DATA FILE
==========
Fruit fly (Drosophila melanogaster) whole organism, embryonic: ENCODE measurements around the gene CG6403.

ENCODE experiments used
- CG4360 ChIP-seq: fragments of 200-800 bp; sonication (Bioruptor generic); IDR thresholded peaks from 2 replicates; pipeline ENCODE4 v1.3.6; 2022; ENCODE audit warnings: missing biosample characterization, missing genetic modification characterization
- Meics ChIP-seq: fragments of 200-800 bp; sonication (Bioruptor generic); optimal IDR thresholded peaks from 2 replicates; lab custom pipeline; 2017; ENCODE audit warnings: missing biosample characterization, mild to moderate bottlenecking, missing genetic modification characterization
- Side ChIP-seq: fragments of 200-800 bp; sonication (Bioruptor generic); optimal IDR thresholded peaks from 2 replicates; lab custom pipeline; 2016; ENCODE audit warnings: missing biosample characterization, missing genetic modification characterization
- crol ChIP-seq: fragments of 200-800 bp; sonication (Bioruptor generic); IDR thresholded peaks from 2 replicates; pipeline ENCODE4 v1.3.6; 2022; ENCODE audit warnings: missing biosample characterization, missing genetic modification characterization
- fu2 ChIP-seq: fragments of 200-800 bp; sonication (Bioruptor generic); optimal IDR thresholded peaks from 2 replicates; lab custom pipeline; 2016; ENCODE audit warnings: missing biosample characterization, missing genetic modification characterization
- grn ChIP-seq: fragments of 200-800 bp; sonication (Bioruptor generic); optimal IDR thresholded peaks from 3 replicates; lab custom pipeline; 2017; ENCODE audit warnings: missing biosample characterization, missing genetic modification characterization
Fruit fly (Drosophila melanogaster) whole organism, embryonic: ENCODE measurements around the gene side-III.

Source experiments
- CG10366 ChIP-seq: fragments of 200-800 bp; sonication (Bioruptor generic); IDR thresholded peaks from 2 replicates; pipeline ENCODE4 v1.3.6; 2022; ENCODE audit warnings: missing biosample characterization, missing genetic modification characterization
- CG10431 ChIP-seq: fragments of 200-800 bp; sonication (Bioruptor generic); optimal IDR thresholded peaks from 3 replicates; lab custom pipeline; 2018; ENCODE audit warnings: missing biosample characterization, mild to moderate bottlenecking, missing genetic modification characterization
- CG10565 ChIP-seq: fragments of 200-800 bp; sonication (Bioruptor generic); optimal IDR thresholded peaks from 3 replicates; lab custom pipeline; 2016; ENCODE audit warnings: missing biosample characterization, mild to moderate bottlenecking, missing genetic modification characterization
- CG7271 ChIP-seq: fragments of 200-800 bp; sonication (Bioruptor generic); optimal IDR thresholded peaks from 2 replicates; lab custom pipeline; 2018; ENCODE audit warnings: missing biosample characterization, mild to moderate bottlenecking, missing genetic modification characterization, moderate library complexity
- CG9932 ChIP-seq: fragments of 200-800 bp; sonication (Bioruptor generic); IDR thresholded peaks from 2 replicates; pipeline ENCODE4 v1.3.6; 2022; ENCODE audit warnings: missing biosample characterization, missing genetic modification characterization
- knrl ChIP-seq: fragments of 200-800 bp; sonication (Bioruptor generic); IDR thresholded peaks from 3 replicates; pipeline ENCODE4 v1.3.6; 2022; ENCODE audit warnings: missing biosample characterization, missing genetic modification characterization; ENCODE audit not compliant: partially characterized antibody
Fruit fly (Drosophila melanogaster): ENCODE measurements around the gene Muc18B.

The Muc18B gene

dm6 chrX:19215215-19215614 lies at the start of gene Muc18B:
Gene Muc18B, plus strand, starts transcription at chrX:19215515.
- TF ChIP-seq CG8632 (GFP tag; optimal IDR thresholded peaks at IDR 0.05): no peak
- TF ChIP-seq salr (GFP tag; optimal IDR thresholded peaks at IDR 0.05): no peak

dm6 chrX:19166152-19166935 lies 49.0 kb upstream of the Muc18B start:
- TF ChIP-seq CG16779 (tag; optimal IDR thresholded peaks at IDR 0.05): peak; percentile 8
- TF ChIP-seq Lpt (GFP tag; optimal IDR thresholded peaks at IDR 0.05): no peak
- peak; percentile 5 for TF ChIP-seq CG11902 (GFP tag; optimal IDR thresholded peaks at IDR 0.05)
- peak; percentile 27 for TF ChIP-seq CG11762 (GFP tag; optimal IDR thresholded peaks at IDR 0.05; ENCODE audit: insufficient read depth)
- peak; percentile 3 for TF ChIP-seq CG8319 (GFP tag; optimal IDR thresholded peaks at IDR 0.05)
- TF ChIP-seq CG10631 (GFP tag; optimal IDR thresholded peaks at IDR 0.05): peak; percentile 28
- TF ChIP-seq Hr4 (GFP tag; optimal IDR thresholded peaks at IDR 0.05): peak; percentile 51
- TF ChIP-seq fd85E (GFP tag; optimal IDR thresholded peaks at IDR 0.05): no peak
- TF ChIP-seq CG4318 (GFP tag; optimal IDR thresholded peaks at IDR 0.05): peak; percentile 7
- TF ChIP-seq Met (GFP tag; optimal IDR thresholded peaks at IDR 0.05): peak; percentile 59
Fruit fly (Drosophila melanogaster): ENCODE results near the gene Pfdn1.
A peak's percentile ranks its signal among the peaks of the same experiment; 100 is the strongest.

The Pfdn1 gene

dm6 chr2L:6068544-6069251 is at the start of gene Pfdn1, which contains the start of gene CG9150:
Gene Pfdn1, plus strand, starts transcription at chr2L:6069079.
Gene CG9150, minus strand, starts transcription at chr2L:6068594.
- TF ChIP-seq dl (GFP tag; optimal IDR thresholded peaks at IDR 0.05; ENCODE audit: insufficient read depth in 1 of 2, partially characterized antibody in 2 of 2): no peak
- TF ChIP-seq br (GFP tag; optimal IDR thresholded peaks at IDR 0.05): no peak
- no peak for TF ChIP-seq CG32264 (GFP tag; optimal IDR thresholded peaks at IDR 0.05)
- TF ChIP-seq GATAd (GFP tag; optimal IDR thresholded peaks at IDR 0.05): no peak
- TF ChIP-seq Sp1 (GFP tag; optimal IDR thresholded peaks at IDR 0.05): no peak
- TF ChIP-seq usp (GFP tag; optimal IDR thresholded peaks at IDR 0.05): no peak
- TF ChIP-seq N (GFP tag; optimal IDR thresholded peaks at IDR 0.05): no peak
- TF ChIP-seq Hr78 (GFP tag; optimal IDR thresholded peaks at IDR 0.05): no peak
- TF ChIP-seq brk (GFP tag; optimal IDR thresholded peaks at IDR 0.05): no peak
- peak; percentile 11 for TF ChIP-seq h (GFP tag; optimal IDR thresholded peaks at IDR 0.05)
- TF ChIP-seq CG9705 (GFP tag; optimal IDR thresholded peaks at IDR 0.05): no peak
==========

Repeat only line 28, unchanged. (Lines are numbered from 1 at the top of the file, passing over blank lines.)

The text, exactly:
- peak; percentile 3 for TF ChIP-seq CG8319 (GFP tag; optimal IDR thresholded peaks at IDR 0.05)